Writing your own NDA form is not as tricky a process as it may appear. However, you need to make sure that you include all the details necessary to make sure that your confidential information is properly protected.
To function as intended, a confidentiality agreement will need to include the following critical information:
The names of all parties in the agreement
Whether the parties are companies or individuals
Which state’s laws will preside over the NDA (usually a resident state of one of the parties)
What kind(s) of confidential information is being shared
The reason for the distribution of this data
The amount of time the agreement will apply for (the term of disclosure)
A statement defining how the data may be used appropriately
Any exclusions to the agreement
As noted above, one of the most important details an NDA needs to clearly define is what kind of confidential information is being shared and legally binds the recipient to its protection. This kind of data could involve:
Product ideas or inventions
Private user data
Business plans and records
Sales leads and customer data
Using a pre-prepared NDA template can help speed up the process of writing your own document. This can help by laying out the key elements you’ll need to successfully protect your confidential information by allowing you to add the specific details of your case to each essential section.
LawDistrict’s step-by-step form can help you through each part of the process. It will help you address the most important considerations on your document and create a professional and useable printable PDF of your NDA.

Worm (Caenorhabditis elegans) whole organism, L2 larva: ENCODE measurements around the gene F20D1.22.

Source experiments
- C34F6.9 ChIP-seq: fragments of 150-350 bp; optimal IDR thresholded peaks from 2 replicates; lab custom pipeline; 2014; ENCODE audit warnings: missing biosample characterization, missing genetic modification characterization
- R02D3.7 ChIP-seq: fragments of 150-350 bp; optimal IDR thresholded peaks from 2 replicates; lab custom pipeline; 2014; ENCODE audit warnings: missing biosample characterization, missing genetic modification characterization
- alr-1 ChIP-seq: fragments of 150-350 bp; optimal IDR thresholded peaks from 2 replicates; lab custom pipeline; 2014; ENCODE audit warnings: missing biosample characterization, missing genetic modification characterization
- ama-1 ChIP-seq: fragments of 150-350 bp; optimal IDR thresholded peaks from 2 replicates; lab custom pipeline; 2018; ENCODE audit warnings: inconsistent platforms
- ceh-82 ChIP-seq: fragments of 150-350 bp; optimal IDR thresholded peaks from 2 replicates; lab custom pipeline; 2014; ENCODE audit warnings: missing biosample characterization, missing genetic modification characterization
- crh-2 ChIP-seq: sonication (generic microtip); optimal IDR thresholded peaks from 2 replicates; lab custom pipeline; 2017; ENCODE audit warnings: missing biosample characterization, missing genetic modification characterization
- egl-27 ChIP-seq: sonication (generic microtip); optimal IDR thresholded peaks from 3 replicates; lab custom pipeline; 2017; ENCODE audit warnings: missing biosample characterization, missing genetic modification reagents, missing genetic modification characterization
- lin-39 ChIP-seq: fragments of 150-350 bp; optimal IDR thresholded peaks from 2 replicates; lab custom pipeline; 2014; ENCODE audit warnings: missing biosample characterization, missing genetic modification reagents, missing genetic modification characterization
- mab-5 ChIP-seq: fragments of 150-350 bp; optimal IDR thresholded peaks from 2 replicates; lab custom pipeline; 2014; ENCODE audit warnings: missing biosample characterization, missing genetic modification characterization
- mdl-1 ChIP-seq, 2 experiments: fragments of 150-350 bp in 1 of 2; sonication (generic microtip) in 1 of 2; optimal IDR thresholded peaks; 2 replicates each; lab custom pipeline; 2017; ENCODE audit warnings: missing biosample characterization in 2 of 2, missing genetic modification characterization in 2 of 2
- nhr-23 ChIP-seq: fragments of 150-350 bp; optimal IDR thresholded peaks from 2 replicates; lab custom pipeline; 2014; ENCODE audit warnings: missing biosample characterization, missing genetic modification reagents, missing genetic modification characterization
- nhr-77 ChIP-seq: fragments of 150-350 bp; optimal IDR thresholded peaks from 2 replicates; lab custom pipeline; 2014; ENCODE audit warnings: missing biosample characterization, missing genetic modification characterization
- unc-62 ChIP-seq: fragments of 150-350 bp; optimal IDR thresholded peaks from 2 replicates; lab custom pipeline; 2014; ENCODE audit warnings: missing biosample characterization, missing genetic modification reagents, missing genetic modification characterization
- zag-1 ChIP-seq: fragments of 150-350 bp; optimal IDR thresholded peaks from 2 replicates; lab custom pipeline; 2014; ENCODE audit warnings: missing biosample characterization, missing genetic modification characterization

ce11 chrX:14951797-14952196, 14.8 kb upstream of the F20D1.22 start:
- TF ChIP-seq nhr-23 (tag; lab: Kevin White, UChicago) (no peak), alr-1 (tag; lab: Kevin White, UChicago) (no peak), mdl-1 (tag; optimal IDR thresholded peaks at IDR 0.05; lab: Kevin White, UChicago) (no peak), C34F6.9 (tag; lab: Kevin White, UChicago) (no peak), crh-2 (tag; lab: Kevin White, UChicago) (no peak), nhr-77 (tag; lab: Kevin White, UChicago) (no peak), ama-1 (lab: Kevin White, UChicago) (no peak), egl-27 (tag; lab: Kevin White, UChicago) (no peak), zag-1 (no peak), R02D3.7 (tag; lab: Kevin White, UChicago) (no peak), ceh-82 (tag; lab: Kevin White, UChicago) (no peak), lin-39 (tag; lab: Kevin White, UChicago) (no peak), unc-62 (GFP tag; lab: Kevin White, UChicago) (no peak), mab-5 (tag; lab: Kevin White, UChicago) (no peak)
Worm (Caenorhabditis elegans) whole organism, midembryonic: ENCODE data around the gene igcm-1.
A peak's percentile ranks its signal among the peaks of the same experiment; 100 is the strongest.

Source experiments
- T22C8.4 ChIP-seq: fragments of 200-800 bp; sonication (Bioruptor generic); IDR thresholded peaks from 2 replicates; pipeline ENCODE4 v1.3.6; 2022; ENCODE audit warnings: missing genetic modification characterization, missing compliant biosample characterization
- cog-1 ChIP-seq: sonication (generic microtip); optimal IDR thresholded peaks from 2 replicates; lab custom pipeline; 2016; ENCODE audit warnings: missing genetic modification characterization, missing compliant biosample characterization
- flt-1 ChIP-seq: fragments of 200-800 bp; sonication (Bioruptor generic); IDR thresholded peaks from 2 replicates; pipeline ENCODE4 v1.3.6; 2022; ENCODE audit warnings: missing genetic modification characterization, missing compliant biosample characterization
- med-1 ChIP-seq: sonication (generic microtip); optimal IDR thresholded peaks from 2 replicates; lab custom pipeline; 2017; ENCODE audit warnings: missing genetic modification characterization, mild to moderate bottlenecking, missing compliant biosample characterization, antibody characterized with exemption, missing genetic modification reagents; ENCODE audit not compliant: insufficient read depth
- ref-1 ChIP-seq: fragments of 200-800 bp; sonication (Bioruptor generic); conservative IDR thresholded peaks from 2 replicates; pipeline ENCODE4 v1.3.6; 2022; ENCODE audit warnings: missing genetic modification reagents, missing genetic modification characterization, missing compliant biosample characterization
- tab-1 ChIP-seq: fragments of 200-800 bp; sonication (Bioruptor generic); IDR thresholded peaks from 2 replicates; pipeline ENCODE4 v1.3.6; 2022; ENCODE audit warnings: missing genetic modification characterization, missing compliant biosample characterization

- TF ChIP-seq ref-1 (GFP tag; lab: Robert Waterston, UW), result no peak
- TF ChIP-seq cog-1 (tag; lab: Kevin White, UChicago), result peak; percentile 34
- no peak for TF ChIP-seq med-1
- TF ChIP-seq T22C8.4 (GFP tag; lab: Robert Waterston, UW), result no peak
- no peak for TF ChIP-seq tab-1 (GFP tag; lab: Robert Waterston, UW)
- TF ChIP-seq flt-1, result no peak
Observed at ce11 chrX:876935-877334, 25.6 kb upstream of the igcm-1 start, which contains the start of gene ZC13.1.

Non-Disclosure Agreement (NDA) Sample
Before you start writing your own in-depth confidentiality agreement, it is useful to have a good idea of how your document will look. View our standard sample NDA template below to see how your text should appear once completed.
FAQs About Non-Disclosure Agreements
If you’re still unsure regarding some of the details you’ll need to know before creating a comprehensive and legally water-tight NDA, don’t panic. We have found the answers to some of the most frequently asked questions to help make the process a little clearer.
Read on below to learn more about the ins and outs of these kinds of legal documents.
Is an NDA legally binding?
Yes, when you write an NDA and have it signed by both parties it is legally binding as of that moment (or the dates specified when the agreement is to come into effect). At that point onwards the recipient is legally liable for the protection of any and all of the confidential information that is shared with them by the owner under the form’s terms.
What Happens If You Break an NDA?
If you happen to break an NDA you could be sued by the owner. However, in order to do so, the owner must be able to demonstrate that you broke the terms written in the NDA form. They will need to provide evidence of who the information has been shared with, when the breach of confidentiality happened, and how it was carried out.
How Long Should an NDA Last?
An NDA can last for as long or as short a time as is needed to ensure the protection of your confidential information. However, in most cases, the duration of an NDA will last between 1-5 years.
When you write your own document this will normally be outlined in the non-disclosure agreement form. When filling in LawDistrict’s online NDA template you will be prompted to specify the terms of disclosure, which will regulate how long the agreement will run for.